Chipotle faces investor lawsuit over E. coli outbreak
Chipotle Mexican Grill is facing an investor lawsuit connected to an outbreak of E. coli in its restaurants in eight US states.
Investors allege the restaurant chain failed to reveal that "its quality controls were inadequate to safeguard consumer and employee health."
As a result, the company's stock price has been battered by the outbreaks of illnesses linked to its stores, the lawsuit said.
Chipotle declined to comment.
The firm is already facing lawsuits from individuals that contracted E. coli.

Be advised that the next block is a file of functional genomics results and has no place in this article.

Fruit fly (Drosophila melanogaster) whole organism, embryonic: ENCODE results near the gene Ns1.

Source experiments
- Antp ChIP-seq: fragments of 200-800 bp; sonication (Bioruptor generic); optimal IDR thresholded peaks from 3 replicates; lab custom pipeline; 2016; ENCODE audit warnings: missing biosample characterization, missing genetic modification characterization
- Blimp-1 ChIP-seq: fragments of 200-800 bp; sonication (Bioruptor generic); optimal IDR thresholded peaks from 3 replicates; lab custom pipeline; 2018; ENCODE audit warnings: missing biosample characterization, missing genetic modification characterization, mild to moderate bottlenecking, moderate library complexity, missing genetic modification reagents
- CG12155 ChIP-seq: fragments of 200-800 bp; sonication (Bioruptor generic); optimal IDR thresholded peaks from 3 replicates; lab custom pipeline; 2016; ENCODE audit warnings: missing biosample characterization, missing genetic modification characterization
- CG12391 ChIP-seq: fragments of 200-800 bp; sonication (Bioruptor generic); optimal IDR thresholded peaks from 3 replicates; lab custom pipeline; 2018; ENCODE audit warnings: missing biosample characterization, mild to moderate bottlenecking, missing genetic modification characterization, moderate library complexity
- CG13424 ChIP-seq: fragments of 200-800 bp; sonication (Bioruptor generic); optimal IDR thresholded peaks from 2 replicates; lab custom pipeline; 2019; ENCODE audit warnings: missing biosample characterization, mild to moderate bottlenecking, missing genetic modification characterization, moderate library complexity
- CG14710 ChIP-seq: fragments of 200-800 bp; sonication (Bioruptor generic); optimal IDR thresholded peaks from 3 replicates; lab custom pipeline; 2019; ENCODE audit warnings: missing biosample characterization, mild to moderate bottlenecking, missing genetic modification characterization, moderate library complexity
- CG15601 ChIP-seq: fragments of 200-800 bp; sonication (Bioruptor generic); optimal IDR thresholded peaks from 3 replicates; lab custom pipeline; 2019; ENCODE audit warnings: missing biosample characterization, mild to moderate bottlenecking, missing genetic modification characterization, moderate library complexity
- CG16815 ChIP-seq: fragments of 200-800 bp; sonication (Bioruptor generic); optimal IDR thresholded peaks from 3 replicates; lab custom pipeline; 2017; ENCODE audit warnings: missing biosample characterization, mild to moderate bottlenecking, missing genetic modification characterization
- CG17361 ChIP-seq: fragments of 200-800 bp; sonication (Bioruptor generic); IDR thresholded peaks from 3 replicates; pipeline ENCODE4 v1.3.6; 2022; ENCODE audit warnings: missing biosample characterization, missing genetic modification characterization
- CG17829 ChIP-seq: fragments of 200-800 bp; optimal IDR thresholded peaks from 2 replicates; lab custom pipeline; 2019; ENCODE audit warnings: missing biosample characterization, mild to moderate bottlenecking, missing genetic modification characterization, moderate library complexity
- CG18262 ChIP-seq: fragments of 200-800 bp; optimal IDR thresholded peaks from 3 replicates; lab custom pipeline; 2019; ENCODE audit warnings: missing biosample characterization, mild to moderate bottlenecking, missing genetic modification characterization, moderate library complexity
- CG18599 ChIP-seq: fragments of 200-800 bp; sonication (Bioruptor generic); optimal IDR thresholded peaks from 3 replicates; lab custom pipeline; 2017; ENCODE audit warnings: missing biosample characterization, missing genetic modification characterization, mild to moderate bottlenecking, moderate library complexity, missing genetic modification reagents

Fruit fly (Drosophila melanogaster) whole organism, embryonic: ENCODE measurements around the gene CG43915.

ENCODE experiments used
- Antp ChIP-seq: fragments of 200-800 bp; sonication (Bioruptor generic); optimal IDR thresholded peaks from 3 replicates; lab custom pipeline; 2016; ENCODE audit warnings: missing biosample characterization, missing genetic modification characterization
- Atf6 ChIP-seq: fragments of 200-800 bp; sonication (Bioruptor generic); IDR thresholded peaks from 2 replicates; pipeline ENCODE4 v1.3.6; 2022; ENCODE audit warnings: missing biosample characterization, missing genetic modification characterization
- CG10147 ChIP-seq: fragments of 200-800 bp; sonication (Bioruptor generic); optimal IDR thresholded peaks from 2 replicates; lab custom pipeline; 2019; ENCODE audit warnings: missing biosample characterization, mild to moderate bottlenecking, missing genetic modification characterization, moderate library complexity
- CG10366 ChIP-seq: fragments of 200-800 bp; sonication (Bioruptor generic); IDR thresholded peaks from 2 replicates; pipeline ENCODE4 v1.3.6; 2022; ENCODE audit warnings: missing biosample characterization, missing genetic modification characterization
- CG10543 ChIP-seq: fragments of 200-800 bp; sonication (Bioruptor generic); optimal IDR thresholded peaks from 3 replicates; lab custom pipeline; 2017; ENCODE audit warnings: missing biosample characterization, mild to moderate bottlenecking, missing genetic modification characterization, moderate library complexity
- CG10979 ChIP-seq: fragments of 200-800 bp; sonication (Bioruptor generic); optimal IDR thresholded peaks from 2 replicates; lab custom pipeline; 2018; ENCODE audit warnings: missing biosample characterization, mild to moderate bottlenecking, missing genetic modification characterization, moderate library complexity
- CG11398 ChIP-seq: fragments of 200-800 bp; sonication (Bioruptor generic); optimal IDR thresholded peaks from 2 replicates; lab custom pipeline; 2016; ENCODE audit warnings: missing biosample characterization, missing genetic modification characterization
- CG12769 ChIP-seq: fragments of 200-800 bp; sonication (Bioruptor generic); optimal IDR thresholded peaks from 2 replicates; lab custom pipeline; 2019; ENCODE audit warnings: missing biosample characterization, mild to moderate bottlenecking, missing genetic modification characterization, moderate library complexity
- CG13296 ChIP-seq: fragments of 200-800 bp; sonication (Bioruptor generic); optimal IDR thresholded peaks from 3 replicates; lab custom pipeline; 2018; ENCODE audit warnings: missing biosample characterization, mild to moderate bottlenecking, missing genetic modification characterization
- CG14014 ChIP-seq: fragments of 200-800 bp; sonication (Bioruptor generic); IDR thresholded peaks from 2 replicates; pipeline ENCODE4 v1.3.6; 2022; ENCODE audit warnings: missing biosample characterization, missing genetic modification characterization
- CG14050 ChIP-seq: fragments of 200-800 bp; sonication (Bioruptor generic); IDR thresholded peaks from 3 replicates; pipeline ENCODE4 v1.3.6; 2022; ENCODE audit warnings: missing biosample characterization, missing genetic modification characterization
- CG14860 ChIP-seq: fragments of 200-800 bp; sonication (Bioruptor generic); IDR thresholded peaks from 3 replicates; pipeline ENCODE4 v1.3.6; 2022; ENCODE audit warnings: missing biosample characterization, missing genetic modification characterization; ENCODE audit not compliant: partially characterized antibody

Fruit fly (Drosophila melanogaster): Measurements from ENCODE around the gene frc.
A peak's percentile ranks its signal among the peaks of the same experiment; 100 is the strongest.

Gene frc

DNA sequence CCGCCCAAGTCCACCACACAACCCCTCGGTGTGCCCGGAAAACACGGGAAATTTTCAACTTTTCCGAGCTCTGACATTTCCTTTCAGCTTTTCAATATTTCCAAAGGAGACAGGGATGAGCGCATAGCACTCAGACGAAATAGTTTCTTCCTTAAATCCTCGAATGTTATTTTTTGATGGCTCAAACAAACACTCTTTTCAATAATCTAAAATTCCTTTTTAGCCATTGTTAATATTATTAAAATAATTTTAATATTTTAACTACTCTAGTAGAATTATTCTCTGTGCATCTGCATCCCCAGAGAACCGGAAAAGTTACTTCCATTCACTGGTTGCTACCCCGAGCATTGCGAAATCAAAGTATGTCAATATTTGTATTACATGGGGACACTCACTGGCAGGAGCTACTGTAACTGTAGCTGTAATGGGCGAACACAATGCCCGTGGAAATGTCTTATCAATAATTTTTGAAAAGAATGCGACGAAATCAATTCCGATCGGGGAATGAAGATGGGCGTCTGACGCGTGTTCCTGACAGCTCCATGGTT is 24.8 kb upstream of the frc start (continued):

Chipotle is also facing a federal criminal probe connected to an outbreak of norovirus which was filed by the state of California.
The company's share price has fallen 35% since October and same-restaurant sales were down 30% in December.
The lawsuit seeks damages on behalf of investors who acquired Chipotle shares from February 2015 to January 2016.
It was filed in US District Court for the Southern District of New York.
It is another headache for the restaurant chain, whose sales have slumped since an E. coli outbreak made more than 50 people ill in nine states in October and November.
In an effort to address the situation Chipotle announced in December that it was changing its food preparation methods.
A statement on its website said: "We have taken aggressive actions to implement pioneering food safety practices."